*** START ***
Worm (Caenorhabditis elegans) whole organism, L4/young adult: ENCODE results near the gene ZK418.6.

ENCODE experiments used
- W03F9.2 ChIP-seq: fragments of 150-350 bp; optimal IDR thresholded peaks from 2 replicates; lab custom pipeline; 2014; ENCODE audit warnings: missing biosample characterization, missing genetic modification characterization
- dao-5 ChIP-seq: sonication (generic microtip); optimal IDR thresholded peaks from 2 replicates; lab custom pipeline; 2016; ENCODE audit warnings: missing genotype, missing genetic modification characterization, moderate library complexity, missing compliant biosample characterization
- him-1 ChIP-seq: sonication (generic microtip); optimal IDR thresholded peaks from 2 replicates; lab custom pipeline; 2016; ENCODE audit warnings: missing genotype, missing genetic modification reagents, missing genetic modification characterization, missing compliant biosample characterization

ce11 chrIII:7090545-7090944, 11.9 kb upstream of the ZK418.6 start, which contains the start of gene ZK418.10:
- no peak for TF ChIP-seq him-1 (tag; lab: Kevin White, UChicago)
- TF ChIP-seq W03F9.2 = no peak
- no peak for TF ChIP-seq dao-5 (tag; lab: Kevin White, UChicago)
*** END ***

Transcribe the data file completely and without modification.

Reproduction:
Worm (Caenorhabditis elegans) whole organism, L4/young adult: ENCODE results near the gene ZK418.6.

ENCODE experiments used
- W03F9.2 ChIP-seq: fragments of 150-350 bp; optimal IDR thresholded peaks from 2 replicates; lab custom pipeline; 2014; ENCODE audit warnings: missing biosample characterization, missing genetic modification characterization
- dao-5 ChIP-seq: sonication (generic microtip); optimal IDR thresholded peaks from 2 replicates; lab custom pipeline; 2016; ENCODE audit warnings: missing genotype, missing genetic modification characterization, moderate library complexity, missing compliant biosample characterization
- him-1 ChIP-seq: sonication (generic microtip); optimal IDR thresholded peaks from 2 replicates; lab custom pipeline; 2016; ENCODE audit warnings: missing genotype, missing genetic modification reagents, missing genetic modification characterization, missing compliant biosample characterization

ce11 chrIII:7090545-7090944, 11.9 kb upstream of the ZK418.6 start, which contains the start of gene ZK418.10:
- no peak for TF ChIP-seq him-1 (tag; lab: Kevin White, UChicago)
- TF ChIP-seq W03F9.2 = no peak
- no peak for TF ChIP-seq dao-5 (tag; lab: Kevin White, UChicago)